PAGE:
[00:35:41] And remember, in neurology what we do, we get better at, right? So if we’re not getting enough fuel and activation to the prefrontal cortex, it’s actually becoming less able to do its job. And so not only. Do, do these structures change, but the relationships between them do, and one of the main roles of your prefrontal cortex is to suppress that threat response from your survival brain and from your amygdala.

[00:36:11] Like our, our prefrontal cortex inhibits our back brain and it inhibits. The threat and the fear response when it’s inappropriate, right? But if our prefrontal cortex is constantly getting, for lack of a better word, damaged or shut down by chronic stress and trauma, it can’t do that job of inhibiting our fear response as well.

[00:36:33] And so we become more reactionary. We experience this fear more regularly. And then that becomes a more well worn pathway, a more go-to response for our body. And then we find ourself in these loops of anxiety, a fight, a flight, a freeze more frequently, because that’s the pattern that’s getting repeated.

[00:36:53] And those are the areas of the brain that are getting fed. Okay. So I think some of what I’m hearing you say that I wanna move, uh, into is that traumatic experie. Disrupt the connectivity in parts of your brain that are supposed to be connecting with each other. And then so are there ways to heal the connection of those two parts of the brains, it sounds like.

[00:37:16] They need to be online and be online together to heal effectively. Yep.

[00:37:22] I believe that neuroplasticity means that our brains are changing all the time in response to the stimulus that we.

[00:37:30] And our brains can be re patterned and we can get fuel and activation to the areas of the brain that need it. By deciding to provide our brain and our nervous system with stimulus that’s gonna give it the activation that it needs to re-pattern. So we can intentionally choose to do neural exercises, eye exercises, respiration.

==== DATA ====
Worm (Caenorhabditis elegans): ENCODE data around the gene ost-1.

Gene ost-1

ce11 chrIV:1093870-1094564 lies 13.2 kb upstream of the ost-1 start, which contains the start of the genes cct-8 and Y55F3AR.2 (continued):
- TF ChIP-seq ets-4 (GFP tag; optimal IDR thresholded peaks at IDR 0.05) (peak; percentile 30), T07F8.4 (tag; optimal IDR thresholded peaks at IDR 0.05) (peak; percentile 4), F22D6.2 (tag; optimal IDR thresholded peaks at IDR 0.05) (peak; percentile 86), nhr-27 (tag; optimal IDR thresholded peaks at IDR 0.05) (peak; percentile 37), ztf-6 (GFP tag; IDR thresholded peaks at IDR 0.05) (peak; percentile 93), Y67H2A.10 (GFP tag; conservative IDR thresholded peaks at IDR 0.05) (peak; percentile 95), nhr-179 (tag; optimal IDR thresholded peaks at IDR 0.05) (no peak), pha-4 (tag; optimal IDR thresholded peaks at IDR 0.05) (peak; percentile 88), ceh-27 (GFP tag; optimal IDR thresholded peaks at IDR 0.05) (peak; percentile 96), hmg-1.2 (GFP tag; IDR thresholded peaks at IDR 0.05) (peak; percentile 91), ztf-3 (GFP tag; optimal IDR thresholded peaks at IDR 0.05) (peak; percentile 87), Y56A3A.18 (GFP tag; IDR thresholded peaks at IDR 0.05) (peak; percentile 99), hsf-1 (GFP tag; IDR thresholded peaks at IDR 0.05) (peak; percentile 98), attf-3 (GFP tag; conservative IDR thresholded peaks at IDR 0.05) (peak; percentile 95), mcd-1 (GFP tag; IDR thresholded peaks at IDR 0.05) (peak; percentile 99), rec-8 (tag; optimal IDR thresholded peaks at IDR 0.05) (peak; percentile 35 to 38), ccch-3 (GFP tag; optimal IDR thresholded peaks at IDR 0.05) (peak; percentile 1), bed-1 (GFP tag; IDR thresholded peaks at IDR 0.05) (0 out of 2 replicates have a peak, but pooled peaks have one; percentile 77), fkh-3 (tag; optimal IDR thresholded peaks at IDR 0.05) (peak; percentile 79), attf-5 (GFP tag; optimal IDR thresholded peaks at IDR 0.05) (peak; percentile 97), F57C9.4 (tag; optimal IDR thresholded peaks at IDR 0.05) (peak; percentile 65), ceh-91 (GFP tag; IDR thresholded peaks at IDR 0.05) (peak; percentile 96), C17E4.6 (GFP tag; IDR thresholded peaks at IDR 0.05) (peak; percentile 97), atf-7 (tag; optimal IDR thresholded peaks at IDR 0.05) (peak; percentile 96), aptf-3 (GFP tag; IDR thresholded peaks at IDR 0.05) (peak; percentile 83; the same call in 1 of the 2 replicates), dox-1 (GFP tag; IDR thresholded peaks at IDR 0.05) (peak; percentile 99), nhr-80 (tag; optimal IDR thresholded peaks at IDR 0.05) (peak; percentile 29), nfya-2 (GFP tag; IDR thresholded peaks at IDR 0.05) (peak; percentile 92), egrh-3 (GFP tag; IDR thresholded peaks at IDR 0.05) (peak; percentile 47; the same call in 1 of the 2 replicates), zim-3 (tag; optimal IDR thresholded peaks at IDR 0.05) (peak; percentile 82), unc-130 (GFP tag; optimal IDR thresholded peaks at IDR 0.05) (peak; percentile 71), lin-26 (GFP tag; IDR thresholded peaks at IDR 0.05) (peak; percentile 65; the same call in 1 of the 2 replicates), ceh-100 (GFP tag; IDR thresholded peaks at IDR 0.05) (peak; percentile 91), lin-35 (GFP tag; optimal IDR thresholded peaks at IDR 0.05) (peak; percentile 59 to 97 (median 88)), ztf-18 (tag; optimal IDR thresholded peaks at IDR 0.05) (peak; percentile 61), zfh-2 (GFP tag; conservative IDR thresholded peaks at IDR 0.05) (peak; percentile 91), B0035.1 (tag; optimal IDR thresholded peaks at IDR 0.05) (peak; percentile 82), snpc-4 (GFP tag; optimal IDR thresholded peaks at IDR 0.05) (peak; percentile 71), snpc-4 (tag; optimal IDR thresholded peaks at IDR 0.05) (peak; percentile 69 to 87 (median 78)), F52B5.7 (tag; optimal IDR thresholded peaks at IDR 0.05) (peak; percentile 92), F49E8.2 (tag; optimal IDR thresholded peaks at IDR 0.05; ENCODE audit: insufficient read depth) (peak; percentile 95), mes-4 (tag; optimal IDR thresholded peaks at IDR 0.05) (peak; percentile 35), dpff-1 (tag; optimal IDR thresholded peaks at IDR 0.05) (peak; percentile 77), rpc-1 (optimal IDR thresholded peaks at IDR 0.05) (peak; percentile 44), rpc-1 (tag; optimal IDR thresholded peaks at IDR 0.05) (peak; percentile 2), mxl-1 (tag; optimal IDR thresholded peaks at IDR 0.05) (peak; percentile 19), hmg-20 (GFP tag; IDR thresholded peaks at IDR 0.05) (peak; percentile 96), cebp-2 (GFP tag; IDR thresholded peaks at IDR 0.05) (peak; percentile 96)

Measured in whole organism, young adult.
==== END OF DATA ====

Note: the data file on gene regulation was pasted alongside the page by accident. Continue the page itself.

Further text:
[00:37:54] Sensory exercises that give the brain the stimulation that it needs to help these systems become more active and to function better. And so if we make time every day to work with the nervous system and to reactivate these brain structures and to help this relationship, Come into a healthier, more balanced state of being.

[00:38:15] When we’re in a safe environment, when we’re in a safe container and we practice giving it that stimulus over and over and over again, then we can change that. We can change that. I can tell you from a personal experience to the listeners I was in, oscillating patterns of fight, flight, freeze, and fun. You really didn’t know what you were gonna get when I showed up.

[00:38:37] And then when I added alcohol to the fire of that dysregulated nervous system, then it just became way crazy. And learning to regulate my nervous system healed my social anxiety, my regular anxiety, um, my depression. Like I’m a pretty balanced person now. I mean, you kind of know what you’re gonna get when I show up.

[00:38:55] I’m, I have boundaries. I can speak my truth. I feel comfortable in my body. I understand my food relationship now. Like I actually love my body and that has to do through applied neurology. Yeah, it’s, it’s the most incredible, like I always tell people, do anything you want in your healing modalities, do all of it, but train your nervous system.

[00:39:19] Like you need to train the foundational aspect of your operating system that you are carrying all day because our bodies go through so. Much and they’ve been holding onto so much. Some of it you know and some of it you don’t know, and it’s affecting everything in your world. The world that you are creating, the relationships, the way that you present to the world, your income, everything of expansion and growth lives in your nervous system.

[00:39:45] And if you have unresolved trauma, you are likely not showing up to your life as who you truly.